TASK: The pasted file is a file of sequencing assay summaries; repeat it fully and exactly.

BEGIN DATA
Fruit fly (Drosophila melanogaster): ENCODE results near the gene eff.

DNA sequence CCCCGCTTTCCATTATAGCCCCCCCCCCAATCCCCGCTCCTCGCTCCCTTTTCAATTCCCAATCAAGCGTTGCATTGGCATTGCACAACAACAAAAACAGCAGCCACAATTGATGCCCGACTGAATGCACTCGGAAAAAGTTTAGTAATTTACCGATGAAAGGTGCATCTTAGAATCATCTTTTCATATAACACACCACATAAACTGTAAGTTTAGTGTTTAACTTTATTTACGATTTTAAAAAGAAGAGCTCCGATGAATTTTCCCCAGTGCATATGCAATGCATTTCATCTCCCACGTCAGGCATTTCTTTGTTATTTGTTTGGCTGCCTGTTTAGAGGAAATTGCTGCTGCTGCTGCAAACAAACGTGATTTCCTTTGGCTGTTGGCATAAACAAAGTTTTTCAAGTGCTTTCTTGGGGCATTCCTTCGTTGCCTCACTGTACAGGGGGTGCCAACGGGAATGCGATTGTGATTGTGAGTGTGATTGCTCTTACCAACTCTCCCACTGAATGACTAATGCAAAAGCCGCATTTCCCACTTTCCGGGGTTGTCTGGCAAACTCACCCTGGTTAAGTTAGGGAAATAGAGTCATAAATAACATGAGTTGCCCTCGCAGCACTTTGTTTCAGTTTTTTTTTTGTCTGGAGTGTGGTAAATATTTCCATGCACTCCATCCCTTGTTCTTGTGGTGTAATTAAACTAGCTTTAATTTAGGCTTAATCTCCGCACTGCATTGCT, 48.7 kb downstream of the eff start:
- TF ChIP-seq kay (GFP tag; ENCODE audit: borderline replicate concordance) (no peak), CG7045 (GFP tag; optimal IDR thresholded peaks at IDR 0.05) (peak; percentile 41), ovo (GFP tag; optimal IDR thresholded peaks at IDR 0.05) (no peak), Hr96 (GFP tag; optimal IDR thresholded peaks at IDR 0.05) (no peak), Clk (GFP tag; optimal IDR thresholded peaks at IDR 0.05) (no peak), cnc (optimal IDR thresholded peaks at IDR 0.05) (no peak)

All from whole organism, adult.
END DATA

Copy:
Fruit fly (Drosophila melanogaster): ENCODE results near the gene eff.

DNA sequence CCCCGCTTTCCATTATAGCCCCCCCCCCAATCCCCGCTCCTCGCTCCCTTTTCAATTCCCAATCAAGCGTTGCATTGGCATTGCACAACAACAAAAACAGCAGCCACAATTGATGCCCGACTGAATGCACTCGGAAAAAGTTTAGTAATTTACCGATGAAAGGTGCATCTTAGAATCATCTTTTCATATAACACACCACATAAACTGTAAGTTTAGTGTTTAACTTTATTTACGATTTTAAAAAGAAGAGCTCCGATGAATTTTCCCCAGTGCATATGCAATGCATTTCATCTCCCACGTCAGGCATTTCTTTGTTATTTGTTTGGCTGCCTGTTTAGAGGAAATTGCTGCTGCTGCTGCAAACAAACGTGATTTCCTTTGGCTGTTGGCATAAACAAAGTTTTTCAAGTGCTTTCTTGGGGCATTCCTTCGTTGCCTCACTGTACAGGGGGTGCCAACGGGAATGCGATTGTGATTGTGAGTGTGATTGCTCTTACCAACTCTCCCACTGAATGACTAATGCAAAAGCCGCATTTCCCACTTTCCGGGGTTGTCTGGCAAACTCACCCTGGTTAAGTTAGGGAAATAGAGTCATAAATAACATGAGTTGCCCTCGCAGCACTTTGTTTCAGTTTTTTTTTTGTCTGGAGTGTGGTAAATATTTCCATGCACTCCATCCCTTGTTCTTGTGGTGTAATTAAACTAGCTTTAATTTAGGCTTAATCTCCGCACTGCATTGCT, 48.7 kb downstream of the eff start:
- TF ChIP-seq kay (GFP tag; ENCODE audit: borderline replicate concordance) (no peak), CG7045 (GFP tag; optimal IDR thresholded peaks at IDR 0.05) (peak; percentile 41), ovo (GFP tag; optimal IDR thresholded peaks at IDR 0.05) (no peak), Hr96 (GFP tag; optimal IDR thresholded peaks at IDR 0.05) (no peak), Clk (GFP tag; optimal IDR thresholded peaks at IDR 0.05) (no peak), cnc (optimal IDR thresholded peaks at IDR 0.05) (no peak)

All from whole organism, adult.